by Tom Myers
The word “flexibility” is often associated with yoga. But what does it mean to be flexible? In this online course, Anatomy Trains founder Tom Myers walks you through the latest science on stretching, including the roles that fascia and your nervous system play, as well as common yoga injuries and postural patterns associated with both stiffness and hypermobility. You’ll learn how to work with both in your practice, or with your yoga students.
We all have either experienced injury, instability, or tightness; or we have had students who have come to us for solutions for them. This course will help you understand the basics of stretch—what anatomical systems are in play. But most importantly, body reading and postural clinics within the course will help you start to identify postural patterns in yourself and your students and adjust what you are teaching in ways that will lead to integrated wellness.
|Welcome to The Science of Stretch ||Module|
|The Anatomy of Stretch - What are You Stretching? ||Module|
|Focus on Fascia ||Module|
|Neurology of Stretching ||Module|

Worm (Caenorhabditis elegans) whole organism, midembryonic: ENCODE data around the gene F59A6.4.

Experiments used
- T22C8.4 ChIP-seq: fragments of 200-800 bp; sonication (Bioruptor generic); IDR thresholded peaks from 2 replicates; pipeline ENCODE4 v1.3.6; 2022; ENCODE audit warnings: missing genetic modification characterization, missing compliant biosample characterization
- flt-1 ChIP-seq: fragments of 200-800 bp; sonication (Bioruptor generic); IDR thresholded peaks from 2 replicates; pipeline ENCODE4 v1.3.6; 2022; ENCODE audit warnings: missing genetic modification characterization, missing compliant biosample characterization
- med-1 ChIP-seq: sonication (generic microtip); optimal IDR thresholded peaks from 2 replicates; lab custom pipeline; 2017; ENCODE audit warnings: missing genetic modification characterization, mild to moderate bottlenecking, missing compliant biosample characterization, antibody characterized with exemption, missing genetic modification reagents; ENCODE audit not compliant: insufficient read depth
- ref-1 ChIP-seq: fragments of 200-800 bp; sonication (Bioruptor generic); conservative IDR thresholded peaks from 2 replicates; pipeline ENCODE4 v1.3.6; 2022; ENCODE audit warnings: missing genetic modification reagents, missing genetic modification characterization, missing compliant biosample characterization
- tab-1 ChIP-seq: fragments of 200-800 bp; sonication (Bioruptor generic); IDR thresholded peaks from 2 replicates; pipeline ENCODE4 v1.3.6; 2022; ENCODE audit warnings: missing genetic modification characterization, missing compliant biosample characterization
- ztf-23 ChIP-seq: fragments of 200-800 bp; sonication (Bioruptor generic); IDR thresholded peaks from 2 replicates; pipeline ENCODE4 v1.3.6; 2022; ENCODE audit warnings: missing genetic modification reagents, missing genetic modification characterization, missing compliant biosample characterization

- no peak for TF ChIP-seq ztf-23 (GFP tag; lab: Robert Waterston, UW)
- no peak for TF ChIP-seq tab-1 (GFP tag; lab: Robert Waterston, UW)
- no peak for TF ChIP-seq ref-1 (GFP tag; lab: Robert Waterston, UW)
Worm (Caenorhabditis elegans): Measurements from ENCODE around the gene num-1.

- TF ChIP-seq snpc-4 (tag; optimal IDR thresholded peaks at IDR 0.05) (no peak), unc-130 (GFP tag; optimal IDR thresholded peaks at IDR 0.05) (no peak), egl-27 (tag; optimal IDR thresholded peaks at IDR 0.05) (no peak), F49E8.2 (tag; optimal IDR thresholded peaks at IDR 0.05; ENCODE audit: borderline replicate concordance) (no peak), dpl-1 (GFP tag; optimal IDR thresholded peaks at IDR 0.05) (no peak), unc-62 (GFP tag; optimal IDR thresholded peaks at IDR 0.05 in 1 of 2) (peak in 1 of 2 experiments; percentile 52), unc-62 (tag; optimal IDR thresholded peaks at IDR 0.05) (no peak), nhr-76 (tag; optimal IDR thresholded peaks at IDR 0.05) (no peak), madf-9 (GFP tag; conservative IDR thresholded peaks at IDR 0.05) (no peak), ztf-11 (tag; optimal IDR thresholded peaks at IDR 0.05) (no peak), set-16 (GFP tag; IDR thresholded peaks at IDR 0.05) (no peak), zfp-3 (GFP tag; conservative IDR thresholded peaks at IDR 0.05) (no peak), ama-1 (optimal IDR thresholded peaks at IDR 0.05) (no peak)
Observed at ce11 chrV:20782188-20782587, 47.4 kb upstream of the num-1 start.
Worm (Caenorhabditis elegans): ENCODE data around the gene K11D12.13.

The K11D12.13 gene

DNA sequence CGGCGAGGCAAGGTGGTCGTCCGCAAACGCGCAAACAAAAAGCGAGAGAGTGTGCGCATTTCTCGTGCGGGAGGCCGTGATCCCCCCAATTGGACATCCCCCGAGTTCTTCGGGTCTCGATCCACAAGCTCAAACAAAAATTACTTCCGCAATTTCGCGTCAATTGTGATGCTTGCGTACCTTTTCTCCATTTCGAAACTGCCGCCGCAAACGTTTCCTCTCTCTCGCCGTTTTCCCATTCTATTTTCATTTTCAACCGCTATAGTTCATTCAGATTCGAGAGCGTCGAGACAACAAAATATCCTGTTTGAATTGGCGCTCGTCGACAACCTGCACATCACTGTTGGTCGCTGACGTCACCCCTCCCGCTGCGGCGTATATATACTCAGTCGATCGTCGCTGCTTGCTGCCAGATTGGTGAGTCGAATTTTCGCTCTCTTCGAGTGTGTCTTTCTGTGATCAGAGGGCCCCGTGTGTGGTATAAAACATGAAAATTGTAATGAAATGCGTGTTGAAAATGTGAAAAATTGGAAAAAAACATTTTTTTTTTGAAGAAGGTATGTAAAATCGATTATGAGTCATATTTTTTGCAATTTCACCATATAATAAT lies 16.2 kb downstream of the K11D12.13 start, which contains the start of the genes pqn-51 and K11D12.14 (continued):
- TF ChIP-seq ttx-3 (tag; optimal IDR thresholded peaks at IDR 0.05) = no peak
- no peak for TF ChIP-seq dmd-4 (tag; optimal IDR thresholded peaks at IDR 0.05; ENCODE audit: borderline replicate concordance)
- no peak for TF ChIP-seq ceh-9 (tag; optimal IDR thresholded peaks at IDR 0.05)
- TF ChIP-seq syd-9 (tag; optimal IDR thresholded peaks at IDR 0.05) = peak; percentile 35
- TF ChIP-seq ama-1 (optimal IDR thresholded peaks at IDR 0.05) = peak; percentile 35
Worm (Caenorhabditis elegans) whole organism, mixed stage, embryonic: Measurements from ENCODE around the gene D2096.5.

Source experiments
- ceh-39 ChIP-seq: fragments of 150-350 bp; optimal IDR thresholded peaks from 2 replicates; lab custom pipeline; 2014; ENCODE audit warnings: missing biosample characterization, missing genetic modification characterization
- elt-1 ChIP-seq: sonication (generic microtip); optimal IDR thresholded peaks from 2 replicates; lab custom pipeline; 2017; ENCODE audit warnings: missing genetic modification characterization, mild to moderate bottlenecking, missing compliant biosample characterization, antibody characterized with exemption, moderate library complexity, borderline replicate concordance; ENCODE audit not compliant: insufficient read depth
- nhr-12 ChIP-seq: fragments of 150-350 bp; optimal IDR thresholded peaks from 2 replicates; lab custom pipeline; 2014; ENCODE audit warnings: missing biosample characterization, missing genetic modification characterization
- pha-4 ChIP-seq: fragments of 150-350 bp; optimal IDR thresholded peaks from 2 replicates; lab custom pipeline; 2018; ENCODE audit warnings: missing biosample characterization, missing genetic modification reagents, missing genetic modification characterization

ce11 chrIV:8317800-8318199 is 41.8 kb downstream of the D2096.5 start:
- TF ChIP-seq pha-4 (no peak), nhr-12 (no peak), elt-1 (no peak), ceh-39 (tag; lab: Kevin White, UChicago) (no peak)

|Special Cases and Body Readings ||Module|
|Science of Stretch Final Exam ||Module|
|A Message from Tom ||Module|
Thomas Myers is the author of Anatomy Trains (used around the world in yoga teacher trainings) and the co-author of Fascial Release for Structural Balance. He has also produced over 35 DVDs and numerous webinars on visual assessment, Fascial Release Technique, and the applications of fascial research. Myers has practiced integrative manual therapy for 40 years and is a member of the International Association of Structural Integrators (IASI) and the Health Advisory Board for Equinox.
Based in Maine, Myers and his faculty provide continuing education in Anatomy Trains and holistic myofascial strategies for a variety of movement and manual therapy professionals worldwide, as well as professional certification in Structural Integration based on the Anatomy Trains Myofascial Meridians. He studied directly with Drs. Ida Rolf, Moshe Feldenkrais, and Buckminster Fuller. He has also studied with movement teachers Judith Aston, Emilie Conrad, and in the martial arts. His Structural Integration program is influenced by cranial, visceral, and intrinsic movement studies with European schools of osteopathy.
You can learn more at www.anatomytrains.com.